Hi Maggie – really pleased you enjoyed the article. I agree – Lynne has written a really beautiful piece. Thanks for checking out TextileArtist.org.
Lynne you are right about iPad you loose being able to see and feel the texture of work but great fun using it for Ideas.
Hi Di – thanks for leaving a comment. I’m not a textile artist myself but my mum is and I know she has great fun on the iPad too – great to be able to use a combination of traditional methods and modern technology.
Oh! how your article resonates with me, Lynn. I have not so far succombed to an iPad, but like you I’ve moved into photo manipulation in combination with many other paper and textile techniques, new and old. Aint life fun!
The ipad is so much fun, I’m amazed at what you can do with it! I’m learning new things all the time.
Great article, it’s so inspiring to see other textile artists work, especially how they work and their sketchbooks. I live in a rural place, so the internet is a wonderful way to connect, thanks for this newsletter, it too is inspiring!
Hi Emma – I think sketchbooks are so individual to the artist but i love the way Lynne has such a passion for hers.
Just joined this newsletter and already so impressed by the talent and appreciation of textile art ! I love Lynn’s work and her sketch book process ! Very inspirational !
Have just joined this site, Lynn’s sketchbook article is the first one I have read,found it very inspirational. This site seems to be just what I have been looking for. Look forward to exploring it. Thanks
Thank you to everyone for your kind comments. I am looking forward to reading Bren Boardman’s article, the photos are stunning.
This article by Lynne Butt really resonated deeply with me. I am a mixed media artist, and as I work constantly with sketchbooks, I seem to be going through quite a few. Inspired by “The Book Thief”, I an now re-purposing used, but much treasured magazines. Using paper remnants, drawing, painting and collage, I am blurring the pages, so that copyright is not compromised, and I can then make each page my own – the original pages are merely the canvas for further inspiration. Now any expensive magazines I buy are not wasted, but “moved on” to another creative life. In some of these re-purposed books, I write inspirational messages to help further creative journalling. And of course, the covers are given elaborate, textural finishes, to complete the creative sketchbook look.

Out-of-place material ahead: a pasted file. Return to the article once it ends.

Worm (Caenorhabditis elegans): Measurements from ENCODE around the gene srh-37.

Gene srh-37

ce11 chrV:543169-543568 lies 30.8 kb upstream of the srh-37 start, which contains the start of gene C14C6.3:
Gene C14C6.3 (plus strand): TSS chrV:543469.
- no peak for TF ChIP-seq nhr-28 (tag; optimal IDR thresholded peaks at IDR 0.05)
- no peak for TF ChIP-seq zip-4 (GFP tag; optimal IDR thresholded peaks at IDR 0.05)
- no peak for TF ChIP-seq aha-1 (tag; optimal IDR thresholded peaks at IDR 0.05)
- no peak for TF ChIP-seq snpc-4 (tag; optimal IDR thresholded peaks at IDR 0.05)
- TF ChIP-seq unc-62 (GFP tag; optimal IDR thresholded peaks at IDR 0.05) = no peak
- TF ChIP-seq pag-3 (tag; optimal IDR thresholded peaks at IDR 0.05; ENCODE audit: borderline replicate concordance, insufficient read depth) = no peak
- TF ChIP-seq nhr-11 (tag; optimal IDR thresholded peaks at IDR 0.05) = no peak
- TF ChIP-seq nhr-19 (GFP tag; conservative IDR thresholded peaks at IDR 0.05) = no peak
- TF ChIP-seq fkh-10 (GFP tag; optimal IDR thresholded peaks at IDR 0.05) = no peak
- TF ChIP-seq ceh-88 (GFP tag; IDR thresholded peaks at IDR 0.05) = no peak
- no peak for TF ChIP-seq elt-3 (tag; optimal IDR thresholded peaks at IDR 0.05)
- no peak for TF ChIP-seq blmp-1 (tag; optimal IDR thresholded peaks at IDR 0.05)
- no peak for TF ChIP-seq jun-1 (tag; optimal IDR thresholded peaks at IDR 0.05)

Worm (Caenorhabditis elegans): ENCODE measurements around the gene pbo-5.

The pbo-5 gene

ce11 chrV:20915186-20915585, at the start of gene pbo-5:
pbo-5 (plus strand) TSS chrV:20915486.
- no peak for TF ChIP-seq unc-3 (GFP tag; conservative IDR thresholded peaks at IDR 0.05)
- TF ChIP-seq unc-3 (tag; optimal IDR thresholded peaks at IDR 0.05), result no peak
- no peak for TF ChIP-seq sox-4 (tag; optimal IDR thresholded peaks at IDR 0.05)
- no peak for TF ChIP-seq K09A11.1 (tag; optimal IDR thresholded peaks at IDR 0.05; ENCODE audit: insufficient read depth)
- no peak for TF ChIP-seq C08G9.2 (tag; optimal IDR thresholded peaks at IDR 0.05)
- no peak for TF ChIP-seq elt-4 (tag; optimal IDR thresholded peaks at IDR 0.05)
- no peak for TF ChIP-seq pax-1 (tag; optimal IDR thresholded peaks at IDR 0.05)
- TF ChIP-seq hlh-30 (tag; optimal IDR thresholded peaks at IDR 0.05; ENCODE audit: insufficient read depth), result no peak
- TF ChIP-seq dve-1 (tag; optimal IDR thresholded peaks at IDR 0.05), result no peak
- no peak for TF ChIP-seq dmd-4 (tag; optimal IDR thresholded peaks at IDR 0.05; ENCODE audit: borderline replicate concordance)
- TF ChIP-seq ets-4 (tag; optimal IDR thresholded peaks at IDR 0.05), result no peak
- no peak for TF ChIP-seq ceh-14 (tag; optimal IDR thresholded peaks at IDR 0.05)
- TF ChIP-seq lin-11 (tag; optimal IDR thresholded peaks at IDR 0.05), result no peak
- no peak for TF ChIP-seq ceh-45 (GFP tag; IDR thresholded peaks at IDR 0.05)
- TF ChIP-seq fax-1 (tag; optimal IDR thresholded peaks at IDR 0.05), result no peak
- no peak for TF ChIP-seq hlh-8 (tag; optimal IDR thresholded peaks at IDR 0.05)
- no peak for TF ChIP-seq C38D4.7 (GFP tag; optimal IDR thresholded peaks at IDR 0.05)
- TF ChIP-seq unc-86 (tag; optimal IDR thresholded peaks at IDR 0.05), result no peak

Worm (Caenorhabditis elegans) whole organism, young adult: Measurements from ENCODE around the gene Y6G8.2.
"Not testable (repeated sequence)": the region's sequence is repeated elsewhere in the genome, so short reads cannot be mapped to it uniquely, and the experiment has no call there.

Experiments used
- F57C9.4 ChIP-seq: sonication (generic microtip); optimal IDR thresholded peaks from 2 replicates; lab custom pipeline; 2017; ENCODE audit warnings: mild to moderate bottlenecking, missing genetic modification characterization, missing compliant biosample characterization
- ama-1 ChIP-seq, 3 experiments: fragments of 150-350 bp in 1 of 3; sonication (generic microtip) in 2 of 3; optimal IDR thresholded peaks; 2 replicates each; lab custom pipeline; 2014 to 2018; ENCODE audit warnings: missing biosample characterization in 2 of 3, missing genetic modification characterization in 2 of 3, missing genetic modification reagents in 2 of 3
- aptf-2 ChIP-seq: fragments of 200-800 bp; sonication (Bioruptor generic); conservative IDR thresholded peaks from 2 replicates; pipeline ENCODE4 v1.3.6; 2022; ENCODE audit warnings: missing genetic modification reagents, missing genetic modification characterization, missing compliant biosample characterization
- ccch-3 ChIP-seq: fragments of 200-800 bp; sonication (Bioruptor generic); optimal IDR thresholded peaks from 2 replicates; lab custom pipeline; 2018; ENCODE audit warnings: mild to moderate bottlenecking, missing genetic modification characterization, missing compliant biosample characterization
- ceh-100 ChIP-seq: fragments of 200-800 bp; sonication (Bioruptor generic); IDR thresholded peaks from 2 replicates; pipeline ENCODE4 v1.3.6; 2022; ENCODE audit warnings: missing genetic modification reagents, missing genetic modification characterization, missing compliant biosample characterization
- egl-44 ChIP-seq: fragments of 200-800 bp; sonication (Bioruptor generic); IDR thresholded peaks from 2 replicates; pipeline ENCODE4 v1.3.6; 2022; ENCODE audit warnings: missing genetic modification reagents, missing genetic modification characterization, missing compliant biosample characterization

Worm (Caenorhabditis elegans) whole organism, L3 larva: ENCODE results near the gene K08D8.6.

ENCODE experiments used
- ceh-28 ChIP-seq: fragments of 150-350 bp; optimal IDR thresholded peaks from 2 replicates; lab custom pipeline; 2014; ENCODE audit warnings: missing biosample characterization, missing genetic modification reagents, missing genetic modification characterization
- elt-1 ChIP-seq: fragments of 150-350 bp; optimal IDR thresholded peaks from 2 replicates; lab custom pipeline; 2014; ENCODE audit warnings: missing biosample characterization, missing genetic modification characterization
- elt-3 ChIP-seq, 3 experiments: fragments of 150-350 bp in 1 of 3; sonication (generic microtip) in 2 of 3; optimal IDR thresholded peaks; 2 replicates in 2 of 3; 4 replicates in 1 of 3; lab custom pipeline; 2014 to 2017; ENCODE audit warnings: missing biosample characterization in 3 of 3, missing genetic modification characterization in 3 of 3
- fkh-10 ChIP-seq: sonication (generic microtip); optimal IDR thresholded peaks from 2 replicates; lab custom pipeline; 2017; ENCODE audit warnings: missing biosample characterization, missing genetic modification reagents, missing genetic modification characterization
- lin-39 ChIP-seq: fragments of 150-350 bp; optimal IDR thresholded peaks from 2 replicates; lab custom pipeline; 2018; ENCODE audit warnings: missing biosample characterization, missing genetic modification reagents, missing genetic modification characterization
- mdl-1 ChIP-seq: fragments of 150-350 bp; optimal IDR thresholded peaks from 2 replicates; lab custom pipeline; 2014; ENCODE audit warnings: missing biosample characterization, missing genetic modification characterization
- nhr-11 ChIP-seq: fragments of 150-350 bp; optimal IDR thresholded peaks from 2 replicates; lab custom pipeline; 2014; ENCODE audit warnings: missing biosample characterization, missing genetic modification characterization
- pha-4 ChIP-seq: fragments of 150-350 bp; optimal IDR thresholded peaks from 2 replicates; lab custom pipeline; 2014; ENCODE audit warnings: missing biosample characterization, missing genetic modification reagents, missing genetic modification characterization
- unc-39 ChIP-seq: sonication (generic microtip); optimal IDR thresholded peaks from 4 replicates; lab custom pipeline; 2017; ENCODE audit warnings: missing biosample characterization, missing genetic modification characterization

I love your idea of using magazines!
Hello, have just finished reading your article about sketchbooks and iPad. I have to say I agree with you about using iPad, it is great for taking instant pictures , although I have an android phone (a Samsung Galaxy). It is also addictive to use. But there really is no substitute for the textures of various papers or fabrics.
I love the physicality of sewing and embroidery and playing with textures and creating fabrics with different yarns and threads. The fact also that the activities mentioned are portable (in most cases anyways) and conducive to an inner peace (almost always)
Thank you for an excellent newsletter and website. Very enjoyable reading and practical too ☺
What a great article! The creative process is often so mysterious and interesting. I love the way Lynne is including the sketchbooks in exhibits. It’s such a special treat when artist sketches are included in a show. It’s like you get a peek into their mind, love it! Thank you
I am struggling to get a sketchbook practice going, in part because I also want to use different paper and materials but need some way to group/hold/temporarily bind them. Like Lynne, I want to be able to take them apart and rearrange them, add and subtract, etc. So I have a very practical question — I need ideas on how to connect these pages into a re-arrangeable “book.” Clips have been unsatisfying. Suggestions?
I was wondering about using eyelets on a home piece and then threading ribbon through to secure
I was wondering about using eyelets on each piece and then threading ribbon through to secure